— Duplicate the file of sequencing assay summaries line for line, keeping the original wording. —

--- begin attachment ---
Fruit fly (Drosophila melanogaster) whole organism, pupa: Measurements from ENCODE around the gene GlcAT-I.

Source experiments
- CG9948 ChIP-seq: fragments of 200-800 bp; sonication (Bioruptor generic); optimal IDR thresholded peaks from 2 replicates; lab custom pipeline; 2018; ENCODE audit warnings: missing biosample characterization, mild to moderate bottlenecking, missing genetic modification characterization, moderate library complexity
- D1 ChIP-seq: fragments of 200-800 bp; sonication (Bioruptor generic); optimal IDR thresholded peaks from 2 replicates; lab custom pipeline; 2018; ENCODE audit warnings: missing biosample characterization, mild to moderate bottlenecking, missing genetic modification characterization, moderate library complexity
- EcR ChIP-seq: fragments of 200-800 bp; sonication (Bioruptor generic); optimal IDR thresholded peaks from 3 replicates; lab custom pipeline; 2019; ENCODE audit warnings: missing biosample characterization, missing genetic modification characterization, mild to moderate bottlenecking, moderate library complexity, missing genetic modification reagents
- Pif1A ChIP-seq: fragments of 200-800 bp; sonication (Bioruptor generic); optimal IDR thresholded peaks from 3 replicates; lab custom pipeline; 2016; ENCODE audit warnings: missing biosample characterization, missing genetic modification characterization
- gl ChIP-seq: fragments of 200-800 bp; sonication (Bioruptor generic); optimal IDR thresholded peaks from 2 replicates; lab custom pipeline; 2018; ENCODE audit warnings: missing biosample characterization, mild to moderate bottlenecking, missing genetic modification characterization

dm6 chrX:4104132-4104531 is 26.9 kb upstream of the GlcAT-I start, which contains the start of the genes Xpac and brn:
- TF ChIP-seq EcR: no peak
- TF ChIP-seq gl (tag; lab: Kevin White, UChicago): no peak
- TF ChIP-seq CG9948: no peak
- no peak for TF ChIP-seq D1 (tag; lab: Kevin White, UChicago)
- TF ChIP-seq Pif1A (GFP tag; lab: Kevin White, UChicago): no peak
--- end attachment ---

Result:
Fruit fly (Drosophila melanogaster) whole organism, pupa: Measurements from ENCODE around the gene GlcAT-I.

Source experiments
- CG9948 ChIP-seq: fragments of 200-800 bp; sonication (Bioruptor generic); optimal IDR thresholded peaks from 2 replicates; lab custom pipeline; 2018; ENCODE audit warnings: missing biosample characterization, mild to moderate bottlenecking, missing genetic modification characterization, moderate library complexity
- D1 ChIP-seq: fragments of 200-800 bp; sonication (Bioruptor generic); optimal IDR thresholded peaks from 2 replicates; lab custom pipeline; 2018; ENCODE audit warnings: missing biosample characterization, mild to moderate bottlenecking, missing genetic modification characterization, moderate library complexity
- EcR ChIP-seq: fragments of 200-800 bp; sonication (Bioruptor generic); optimal IDR thresholded peaks from 3 replicates; lab custom pipeline; 2019; ENCODE audit warnings: missing biosample characterization, missing genetic modification characterization, mild to moderate bottlenecking, moderate library complexity, missing genetic modification reagents
- Pif1A ChIP-seq: fragments of 200-800 bp; sonication (Bioruptor generic); optimal IDR thresholded peaks from 3 replicates; lab custom pipeline; 2016; ENCODE audit warnings: missing biosample characterization, missing genetic modification characterization
- gl ChIP-seq: fragments of 200-800 bp; sonication (Bioruptor generic); optimal IDR thresholded peaks from 2 replicates; lab custom pipeline; 2018; ENCODE audit warnings: missing biosample characterization, mild to moderate bottlenecking, missing genetic modification characterization

dm6 chrX:4104132-4104531 is 26.9 kb upstream of the GlcAT-I start, which contains the start of the genes Xpac and brn:
- TF ChIP-seq EcR: no peak
- TF ChIP-seq gl (tag; lab: Kevin White, UChicago): no peak
- TF ChIP-seq CG9948: no peak
- no peak for TF ChIP-seq D1 (tag; lab: Kevin White, UChicago)
- TF ChIP-seq Pif1A (GFP tag; lab: Kevin White, UChicago): no peak